21 another, a piece of legislation perhaps, or an executive
22 decision by some other portion of the executive branch, I
23 understand why somebody in the shoes of the Commissioners of
24 the State Board of Election find themselves in a catch 22 as
25 they see it between State Law and federal law. I
1 understand, under the law of preemption, what the obligation
2 of a Court is, in terms of stacking up a piece of
3 legislation statewide and federalwide, and its obligation to
4 analyze it under the preemption doctrine, to leave in place
5 so much of the legislation as is not preempted, to the
6 extent it might or might not impede the federal legislation.
7 So that can get confusing over whatever the piece of
8 legislation is you're considering.
 
10 Compliance is gonna happen. The question is how am I gonna
11 make it happen? You think about that for a second. And I
12 am gonna put the bullet behind ya there. What's the State
13 want to tell me about all of this? Why shouldn't I appoint
14 the Governor as a Special Master and make him put the system
15 in place?
 
20 MR. DVORIN: At the risk of endangering
21 myself here, I really have to point to the problems, and
22 that is a critical problem that the Board faced, it was
23 dealing with an Independent Testing Agency that the EAC knew
24 had problems, that the EAC was looking at, and the EAC
25 didn't tell the Board for many months what was going on, and
1 once the EAC fully assessed that testing agency, determined
2 that it was not qualified, that it could not be certified.
3 At that point, New York was in no position to do anything
4 other -- the Board was in no position to do anything other
5 than look for a new testing agency. I don't think
6 Mr. Heffernan disputes that.
 
 
10 MR. DVORIN: But the way that New York is
11 constitutionally structured and statutorily structured, it
12 is, in fact, vested with the ward. I mean, the State of New
13 York stands ready, through the Governor, to involve itself,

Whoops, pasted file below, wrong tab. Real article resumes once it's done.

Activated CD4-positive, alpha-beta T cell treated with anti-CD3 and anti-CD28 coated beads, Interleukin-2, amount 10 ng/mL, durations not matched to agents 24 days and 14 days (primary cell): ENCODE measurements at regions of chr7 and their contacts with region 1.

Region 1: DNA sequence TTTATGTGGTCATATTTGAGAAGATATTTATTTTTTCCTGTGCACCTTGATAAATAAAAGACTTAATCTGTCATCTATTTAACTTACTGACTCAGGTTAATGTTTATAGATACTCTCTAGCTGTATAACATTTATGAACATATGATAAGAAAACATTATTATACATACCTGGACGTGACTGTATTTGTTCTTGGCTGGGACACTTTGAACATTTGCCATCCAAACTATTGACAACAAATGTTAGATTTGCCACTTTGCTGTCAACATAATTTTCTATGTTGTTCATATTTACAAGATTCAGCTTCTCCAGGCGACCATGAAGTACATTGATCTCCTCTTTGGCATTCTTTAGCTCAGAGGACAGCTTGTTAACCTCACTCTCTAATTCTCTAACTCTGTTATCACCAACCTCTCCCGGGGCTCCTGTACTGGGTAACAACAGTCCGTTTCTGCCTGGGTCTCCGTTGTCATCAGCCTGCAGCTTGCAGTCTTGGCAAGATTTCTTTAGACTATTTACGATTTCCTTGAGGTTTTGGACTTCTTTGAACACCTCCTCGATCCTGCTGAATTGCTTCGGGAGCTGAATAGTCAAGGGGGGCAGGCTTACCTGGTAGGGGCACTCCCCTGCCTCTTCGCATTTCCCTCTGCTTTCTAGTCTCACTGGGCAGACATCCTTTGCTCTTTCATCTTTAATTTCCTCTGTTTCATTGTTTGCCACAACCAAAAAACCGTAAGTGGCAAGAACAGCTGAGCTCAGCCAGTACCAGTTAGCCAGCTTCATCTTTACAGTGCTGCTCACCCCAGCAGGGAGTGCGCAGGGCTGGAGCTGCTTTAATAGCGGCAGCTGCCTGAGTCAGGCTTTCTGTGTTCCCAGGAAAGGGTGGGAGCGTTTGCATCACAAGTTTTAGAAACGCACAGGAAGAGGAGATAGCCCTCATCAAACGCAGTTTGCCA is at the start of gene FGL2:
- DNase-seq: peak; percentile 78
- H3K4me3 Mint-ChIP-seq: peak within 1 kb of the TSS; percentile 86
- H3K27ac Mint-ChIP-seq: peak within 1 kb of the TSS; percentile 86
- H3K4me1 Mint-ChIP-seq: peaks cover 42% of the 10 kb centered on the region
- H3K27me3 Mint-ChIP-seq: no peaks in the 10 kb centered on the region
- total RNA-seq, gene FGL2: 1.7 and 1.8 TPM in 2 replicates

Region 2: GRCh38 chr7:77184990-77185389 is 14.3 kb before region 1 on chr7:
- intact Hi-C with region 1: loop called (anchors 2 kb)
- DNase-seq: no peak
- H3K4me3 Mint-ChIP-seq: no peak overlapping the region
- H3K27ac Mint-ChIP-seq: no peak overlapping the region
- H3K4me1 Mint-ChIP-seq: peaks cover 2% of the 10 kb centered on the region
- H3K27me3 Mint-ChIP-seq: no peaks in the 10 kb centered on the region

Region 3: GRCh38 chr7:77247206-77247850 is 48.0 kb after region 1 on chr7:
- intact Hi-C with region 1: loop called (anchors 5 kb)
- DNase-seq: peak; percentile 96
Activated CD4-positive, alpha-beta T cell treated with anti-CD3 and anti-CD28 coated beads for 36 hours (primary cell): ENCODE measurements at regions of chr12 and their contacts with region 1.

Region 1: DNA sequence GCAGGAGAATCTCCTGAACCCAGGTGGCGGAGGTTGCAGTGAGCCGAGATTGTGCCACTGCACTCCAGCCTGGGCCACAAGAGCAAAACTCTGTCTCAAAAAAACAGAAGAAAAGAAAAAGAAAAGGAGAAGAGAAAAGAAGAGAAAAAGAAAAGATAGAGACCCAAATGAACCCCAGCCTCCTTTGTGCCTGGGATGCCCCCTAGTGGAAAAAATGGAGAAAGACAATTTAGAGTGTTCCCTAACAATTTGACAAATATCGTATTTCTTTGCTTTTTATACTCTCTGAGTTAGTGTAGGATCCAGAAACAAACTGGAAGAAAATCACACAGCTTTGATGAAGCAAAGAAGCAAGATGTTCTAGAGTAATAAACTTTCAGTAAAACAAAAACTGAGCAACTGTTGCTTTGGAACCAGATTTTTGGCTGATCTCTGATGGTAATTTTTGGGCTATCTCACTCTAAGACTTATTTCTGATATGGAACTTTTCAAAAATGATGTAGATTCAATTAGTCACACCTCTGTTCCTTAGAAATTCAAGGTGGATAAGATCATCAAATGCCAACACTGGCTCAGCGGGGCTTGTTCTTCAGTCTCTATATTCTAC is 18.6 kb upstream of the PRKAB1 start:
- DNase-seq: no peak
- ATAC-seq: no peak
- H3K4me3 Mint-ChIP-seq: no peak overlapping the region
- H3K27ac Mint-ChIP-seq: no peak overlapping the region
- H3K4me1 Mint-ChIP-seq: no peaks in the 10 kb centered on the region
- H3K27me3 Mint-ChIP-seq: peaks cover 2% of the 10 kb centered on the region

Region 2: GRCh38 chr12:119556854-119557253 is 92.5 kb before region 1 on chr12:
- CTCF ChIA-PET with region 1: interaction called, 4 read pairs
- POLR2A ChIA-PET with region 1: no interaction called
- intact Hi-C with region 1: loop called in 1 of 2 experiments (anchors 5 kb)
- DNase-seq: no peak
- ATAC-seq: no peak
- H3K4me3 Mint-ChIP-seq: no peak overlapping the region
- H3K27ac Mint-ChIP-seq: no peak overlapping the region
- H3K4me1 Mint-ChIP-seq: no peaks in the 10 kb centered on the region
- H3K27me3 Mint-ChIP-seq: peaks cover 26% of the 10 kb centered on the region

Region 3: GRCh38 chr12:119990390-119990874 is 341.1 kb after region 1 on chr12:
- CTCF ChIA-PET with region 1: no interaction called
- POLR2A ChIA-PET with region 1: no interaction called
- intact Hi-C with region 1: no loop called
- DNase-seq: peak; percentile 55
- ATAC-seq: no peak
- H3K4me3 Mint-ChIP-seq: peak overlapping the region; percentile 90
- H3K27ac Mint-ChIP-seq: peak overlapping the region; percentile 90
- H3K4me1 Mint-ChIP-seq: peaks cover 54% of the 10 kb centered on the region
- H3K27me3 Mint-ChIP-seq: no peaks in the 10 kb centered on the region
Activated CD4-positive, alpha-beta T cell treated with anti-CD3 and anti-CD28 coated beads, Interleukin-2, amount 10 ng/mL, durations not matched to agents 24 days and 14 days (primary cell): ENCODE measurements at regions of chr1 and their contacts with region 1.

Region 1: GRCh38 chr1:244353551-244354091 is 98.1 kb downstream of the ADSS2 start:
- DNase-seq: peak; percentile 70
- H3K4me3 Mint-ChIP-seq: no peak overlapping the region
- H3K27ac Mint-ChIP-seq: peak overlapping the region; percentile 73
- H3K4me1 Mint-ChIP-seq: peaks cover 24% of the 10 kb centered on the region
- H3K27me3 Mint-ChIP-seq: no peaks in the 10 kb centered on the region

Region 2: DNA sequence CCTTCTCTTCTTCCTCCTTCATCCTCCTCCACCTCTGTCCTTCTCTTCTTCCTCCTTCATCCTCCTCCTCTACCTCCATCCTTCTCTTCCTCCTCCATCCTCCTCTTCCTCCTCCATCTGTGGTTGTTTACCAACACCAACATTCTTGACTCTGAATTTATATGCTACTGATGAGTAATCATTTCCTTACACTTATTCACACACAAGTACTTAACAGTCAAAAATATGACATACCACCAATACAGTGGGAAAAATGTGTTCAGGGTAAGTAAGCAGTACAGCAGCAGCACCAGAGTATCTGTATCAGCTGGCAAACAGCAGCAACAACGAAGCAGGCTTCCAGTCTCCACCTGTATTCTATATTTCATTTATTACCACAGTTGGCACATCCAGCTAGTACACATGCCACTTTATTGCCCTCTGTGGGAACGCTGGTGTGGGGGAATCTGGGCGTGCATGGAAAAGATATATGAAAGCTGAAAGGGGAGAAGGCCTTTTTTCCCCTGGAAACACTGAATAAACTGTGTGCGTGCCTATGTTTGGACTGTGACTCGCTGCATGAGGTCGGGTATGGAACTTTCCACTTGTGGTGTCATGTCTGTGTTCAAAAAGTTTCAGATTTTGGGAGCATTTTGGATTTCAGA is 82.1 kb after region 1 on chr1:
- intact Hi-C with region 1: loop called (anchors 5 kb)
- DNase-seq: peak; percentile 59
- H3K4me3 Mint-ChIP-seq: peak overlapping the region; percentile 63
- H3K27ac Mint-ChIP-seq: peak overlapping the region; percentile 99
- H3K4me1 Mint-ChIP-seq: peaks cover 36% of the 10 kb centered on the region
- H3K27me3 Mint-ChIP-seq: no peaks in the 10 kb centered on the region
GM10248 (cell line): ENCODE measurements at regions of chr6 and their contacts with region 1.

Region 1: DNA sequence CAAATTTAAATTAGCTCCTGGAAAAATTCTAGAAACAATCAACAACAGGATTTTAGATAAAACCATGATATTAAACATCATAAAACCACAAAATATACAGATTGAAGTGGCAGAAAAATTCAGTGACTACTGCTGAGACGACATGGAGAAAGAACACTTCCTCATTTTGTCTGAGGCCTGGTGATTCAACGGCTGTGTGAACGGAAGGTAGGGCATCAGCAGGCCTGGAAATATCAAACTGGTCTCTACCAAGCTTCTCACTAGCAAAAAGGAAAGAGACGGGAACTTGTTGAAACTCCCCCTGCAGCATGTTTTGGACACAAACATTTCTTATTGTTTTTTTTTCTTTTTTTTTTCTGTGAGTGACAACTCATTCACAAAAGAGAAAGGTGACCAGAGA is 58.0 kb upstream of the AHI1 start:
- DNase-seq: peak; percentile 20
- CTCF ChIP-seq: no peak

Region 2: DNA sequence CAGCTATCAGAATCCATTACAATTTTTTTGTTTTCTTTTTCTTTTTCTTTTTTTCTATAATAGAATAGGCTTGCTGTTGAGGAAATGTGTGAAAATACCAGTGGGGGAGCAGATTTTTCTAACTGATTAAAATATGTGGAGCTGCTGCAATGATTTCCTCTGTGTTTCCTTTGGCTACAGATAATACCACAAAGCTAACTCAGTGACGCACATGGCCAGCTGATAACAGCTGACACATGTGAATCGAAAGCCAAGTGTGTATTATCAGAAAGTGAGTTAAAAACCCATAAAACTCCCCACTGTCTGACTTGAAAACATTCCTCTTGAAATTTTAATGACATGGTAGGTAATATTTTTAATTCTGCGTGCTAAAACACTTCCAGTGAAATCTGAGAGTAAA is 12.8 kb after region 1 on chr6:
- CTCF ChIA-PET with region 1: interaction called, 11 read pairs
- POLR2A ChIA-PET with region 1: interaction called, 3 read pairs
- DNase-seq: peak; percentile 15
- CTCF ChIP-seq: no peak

14 in whatever extent it can, to expedite the process.
15 THE COURT: Does the Governor have the power
16 to pick new Commissioners?
 
Regarding decertification of machines in other states under the EAC 2005 guidelines:
 
5 THE COURT: All 49 states, includin'
6 California, with Stamford and all those universities out
7 there, they're all stupid compared to New York? Be careful
8 with that argument.
9 MR. DVORIN: Well, I would say New York's
10 probably the best, but it's not really a point of casting
11 blame or whether they -- you know, they acted too quickly.
12 It's what happened. They didn't have that experience.
 
13 THE COURT: But you understand, don't you,
14 that, from my perspective, those are all arguments as to why
15 we, in New York, have not complied with Federal Law. And
16 I've already told ya noncompliance with Federal Law is not
17 an option.
 
Dvorin
 
7 We keep talking about the deadlines. To, at
8 this point, grant a remedy that, for the sake of, let's say,
9 implementing in 2008 is at odds with the purpose of HAVA,
10 what was the purpose of HAVA? HAVA was a reaction to the
11 2000 election, the "debacle," to use Mr. Clines' word, of
12 the 2000 election. That's why it was passed.
 
5 THE COURT: Not two plans, not three plans,
6 not a left plan, a right plan, a Republican plan, a
7 Democratic plan. Submit to me a single plan within 10 days
8 or else. The jail doors will swing open.
 
In regards to BOE meeting so-called Federal Standards:
 
12 THE COURT: Have you met that? Do the plan B
13 machines meet the federal standard?
14 MR. VALENTINE: Actually, none of the
15 machines that are in use in the United States have been
16 certified to the current federal standards that are in
17 force. None of them meet that. No machine in the United
18 States meets those federal standards.
19 THE COURT: Do the machines in place in the
20 United States meet the standards that will be set in 2010?
21 MR. VALENTINE: No.
22 THE COURT: 'Cause we don't know what they
23 are, do we?
24 MR. VALENTINE: No.